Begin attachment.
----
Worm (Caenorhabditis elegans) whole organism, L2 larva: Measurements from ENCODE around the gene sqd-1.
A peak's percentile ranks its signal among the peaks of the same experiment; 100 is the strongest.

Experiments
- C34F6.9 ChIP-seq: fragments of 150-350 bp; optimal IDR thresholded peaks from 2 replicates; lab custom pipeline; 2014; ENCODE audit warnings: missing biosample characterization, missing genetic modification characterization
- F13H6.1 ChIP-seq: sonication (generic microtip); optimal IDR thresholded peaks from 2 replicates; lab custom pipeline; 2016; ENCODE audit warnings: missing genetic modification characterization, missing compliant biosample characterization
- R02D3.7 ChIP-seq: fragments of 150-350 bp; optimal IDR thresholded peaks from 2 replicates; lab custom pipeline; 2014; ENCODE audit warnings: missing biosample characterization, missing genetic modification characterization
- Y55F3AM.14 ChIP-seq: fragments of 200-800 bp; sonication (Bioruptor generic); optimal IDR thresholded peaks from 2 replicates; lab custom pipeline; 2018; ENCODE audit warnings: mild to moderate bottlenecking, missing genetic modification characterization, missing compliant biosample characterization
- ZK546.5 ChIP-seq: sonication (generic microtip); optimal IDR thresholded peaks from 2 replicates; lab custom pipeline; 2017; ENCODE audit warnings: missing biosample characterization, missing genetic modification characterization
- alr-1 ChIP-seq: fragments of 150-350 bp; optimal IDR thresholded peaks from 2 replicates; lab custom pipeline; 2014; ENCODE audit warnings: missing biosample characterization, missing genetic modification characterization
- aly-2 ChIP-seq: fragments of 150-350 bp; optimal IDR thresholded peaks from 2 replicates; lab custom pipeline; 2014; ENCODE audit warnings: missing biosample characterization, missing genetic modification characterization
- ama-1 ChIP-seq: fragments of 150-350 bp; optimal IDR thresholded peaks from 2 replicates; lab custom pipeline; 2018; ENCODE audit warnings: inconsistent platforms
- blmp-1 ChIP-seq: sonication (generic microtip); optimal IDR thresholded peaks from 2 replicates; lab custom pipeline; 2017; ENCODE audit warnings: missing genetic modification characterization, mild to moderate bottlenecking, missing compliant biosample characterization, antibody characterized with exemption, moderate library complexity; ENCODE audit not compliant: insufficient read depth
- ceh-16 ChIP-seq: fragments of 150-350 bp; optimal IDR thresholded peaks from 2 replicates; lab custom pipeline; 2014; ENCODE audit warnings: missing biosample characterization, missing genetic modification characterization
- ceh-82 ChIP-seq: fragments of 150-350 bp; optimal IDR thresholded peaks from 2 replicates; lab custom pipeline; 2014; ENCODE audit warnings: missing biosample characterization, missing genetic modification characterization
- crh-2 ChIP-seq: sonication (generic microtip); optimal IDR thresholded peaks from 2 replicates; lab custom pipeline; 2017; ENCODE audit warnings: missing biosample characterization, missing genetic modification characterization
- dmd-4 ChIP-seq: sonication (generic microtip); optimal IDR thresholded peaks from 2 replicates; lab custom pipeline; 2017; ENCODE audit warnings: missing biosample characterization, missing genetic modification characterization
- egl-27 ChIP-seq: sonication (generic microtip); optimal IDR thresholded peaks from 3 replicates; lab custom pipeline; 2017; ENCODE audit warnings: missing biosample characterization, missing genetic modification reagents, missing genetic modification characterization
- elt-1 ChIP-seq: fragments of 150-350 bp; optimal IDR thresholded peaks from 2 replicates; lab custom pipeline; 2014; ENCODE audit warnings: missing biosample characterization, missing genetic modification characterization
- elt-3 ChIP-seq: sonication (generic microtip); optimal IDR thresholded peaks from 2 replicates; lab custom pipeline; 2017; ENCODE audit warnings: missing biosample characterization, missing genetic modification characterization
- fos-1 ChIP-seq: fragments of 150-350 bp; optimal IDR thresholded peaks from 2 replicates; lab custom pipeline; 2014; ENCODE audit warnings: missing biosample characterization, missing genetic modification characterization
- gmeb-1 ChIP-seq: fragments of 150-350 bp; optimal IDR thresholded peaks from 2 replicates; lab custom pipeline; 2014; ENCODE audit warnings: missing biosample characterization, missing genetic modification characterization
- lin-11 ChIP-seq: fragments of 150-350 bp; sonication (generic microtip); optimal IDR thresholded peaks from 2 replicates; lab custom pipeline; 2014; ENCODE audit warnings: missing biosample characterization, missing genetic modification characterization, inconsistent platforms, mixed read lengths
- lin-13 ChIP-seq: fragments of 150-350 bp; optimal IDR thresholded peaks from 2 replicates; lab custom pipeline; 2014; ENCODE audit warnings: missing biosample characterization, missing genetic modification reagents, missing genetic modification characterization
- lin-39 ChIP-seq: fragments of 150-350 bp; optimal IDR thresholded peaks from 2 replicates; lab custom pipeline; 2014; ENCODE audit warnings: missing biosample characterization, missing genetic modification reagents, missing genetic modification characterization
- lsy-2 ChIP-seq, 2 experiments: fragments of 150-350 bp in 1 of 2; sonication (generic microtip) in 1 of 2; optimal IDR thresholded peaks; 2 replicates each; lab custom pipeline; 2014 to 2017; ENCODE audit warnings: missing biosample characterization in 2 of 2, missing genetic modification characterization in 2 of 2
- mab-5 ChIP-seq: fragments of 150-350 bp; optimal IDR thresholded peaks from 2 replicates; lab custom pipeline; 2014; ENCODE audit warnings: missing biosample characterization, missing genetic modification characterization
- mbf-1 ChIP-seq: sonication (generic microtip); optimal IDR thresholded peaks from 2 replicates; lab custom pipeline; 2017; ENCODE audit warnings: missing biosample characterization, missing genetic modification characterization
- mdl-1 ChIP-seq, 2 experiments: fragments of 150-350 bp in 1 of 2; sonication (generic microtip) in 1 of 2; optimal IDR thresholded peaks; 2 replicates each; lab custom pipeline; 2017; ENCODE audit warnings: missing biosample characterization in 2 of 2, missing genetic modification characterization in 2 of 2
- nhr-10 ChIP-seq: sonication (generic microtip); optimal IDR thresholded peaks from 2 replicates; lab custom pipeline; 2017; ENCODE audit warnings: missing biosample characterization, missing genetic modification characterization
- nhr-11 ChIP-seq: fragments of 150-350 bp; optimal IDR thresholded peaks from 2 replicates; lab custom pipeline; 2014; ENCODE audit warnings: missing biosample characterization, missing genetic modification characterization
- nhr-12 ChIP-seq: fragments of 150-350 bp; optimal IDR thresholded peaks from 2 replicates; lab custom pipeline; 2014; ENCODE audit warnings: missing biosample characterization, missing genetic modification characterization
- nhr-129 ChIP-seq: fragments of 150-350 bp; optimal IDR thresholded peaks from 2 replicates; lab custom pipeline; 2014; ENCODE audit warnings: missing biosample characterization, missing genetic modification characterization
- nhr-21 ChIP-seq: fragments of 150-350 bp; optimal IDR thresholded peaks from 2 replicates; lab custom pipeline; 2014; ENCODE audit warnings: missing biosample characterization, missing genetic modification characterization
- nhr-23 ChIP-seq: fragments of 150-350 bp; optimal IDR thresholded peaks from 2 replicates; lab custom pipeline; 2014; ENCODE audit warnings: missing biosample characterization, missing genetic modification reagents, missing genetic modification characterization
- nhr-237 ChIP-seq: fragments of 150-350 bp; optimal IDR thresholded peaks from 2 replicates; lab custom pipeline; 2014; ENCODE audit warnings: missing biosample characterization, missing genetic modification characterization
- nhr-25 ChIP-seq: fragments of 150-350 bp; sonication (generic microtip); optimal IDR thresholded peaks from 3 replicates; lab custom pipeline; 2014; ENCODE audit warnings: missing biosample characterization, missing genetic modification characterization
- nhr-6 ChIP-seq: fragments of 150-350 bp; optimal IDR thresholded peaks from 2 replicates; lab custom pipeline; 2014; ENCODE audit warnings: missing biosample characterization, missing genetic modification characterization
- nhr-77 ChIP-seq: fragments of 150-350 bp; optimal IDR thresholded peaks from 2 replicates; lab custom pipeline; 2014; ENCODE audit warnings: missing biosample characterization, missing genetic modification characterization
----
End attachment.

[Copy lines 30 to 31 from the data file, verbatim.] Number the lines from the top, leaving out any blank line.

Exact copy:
- nhr-11 ChIP-seq: fragments of 150-350 bp; optimal IDR thresholded peaks from 2 replicates; lab custom pipeline; 2014; ENCODE audit warnings: missing biosample characterization, missing genetic modification characterization
- nhr-12 ChIP-seq: fragments of 150-350 bp; optimal IDR thresholded peaks from 2 replicates; lab custom pipeline; 2014; ENCODE audit warnings: missing biosample characterization, missing genetic modification characterization